I just emailed the biggest batch yet of Revolutionary research bucket o' joy, and I'm done for the night--the last one bounced back because my director's email is full. Oops. Sorry. I spent most of Thanksgiving inside working on research, and eating pizza. Spoke with a faraway friend for almost two hours, and then ate more pizza. The heat in our apartment has gone from "nonexistent" to "oven" so I am a very happy puppy, nice and warm. Today was much the same--both roommates are gone, I have a chunk of research accomplished, and now I think I'll crack open that jar of salsa and watch me some LOTR.
I worked yesterday at LB. It wasn't too terribly crazy, although I did pick out a couple shirts that I'm going to back for tomorrow. My manager got a call late yesterday That the regional manager was going to be making a surprise visit on Saturday—so suddenly we needed to restock, clean and get the back of the store tidy. Naturally we ended up finding this out at four pm, when everyone else had left. They asked me if I wanted to stay late, and I said sure…so I was there until eleven when I finally had to leave or else. On my way to work that morning, a bottle of juice I bought was leaking into my shoe, a fact unbeknownst to me until I had landed at Michigan Ave. Now, my shoes are plastic (thank you Payless), except for a bit of felt on the inside, so I toweled them off and put them on, figuring I could handle clammy shoes for six hours. But then I discovered we were having a heating problem, so the store was cold enough to chill beer—AND I ended up working for fifteen hours. Needless to say, my feet are not happy with me today, which is why I haven’t hobbled any further than the corner store for milk. I was looking forward to the fat paycheck until I started adding up the clothes I found and the GW figure which will be mine in approximately four hours and realized that I had made, oh, maybe $20. Oh well. I needed some new clothes anyway. Easy come, easy go.
Then today, more research. It’s so hard to know what to write when you’re preparing information for actors. Do they want you to extrapolate from the text of the play? Do they want to read primary historical sources? How do you explain to normal, modern people what living in the 18th century was like? Think of all the objects and norms you take for granted, and all the events in your life that have made you who you are. Have you ever said “What was life like before the internets?” How about—what was life like before the telephone? How do you condense that down so it’s meaningful for someone who has maybe two lines in a play? Then multiply that by twenty-two. It’s been fun, but I’m looking forward to going to the reading on Tuesday and finding out if anything I’ve sent over has been helpful—and if not, what would be. I feel like I’ve learned a lot, but that’s not helpful if I’m not communicating it effectively.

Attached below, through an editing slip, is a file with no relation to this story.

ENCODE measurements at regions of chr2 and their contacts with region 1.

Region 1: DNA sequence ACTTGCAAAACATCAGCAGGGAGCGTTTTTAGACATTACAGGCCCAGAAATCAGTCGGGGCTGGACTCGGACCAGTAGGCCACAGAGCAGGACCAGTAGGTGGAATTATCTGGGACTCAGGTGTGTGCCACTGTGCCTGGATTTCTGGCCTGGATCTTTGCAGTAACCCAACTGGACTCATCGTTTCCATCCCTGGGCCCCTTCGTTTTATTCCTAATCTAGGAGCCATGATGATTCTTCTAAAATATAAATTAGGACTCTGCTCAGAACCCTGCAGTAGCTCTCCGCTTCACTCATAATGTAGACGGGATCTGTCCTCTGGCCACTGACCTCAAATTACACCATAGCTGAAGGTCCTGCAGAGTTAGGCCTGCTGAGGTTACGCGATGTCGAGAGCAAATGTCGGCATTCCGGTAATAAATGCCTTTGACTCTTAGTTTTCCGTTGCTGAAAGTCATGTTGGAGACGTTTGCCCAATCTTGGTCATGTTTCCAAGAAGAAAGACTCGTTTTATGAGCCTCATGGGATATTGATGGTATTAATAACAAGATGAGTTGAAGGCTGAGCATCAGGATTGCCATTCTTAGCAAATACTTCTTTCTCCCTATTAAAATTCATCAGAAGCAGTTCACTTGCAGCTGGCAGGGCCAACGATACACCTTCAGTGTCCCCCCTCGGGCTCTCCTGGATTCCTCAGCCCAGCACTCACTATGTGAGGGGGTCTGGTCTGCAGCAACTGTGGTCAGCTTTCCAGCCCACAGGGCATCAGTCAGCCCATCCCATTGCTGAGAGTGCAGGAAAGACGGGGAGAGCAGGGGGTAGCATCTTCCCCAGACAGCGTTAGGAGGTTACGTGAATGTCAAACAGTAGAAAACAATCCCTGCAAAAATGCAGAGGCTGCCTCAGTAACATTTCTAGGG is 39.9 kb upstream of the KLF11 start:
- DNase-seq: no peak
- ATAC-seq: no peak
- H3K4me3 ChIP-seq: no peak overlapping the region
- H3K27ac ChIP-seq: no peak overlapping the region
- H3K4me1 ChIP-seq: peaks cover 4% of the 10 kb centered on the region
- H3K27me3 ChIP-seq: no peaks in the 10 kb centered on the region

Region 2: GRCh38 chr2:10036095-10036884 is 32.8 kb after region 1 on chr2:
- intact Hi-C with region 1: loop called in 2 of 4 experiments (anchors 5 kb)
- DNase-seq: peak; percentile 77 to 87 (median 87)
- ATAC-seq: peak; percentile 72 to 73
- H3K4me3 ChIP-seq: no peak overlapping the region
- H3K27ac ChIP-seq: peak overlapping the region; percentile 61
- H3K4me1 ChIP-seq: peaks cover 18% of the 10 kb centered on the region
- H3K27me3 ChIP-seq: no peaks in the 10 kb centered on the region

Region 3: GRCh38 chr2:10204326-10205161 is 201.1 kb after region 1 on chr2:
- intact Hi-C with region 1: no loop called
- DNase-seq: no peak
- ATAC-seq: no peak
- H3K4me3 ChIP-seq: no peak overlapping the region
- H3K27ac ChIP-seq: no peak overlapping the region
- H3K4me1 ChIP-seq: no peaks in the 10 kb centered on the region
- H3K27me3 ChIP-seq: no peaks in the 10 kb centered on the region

More than anything, I’ve learned that the founding of our country was an unbelieveable occureance—even cooler than the lame mythology that’s grown up around (deep rumbly voice here) “The Signing of the Declaration!” “The Winter at Valley Forge!” “The Battle of Yorktown!” Our founding fathers were just guys, you know? and not all of them were quite sure they liked the idea of this independence thing, thank you very much. But they all decided to say screw you to the mother country and try this experiment—and btw (Bush, I’m looking at you here) when it FAILED, they TRIED SOMETHING ELSE. That’s so cool. They were just men, doing their thing (well, except GW, who is, in fact, probably descended from Trojan warriors or something) and voila! America.
The other day at my other job, CNN was on, and they were being jerks by asking hapless passerbys questions from the Citizen’s Test (oops, misspelled Citizin) administered to new immigrants. One of the questions was “Who was President during WWI?” Got it? One of the other workers said “Oh—Roosevelt and Truman” and I immediately became smug because they were asking about world war ONE, where the president was Wilson. But then I felt guilty because I know that I couldn’t answer every question on that test—and that I don’t know if I could have said “AND Truman” in a pinch. I wanted to say something like “yay, Americans together!” but in today’s climate I don’t even know if that would be okay, so I kept my mouth shut. (yeah, for once)
Although I now know that Sam Hutchinson was the first president of the United States in the technically most technical sense of the term. Just in case it ever comes up.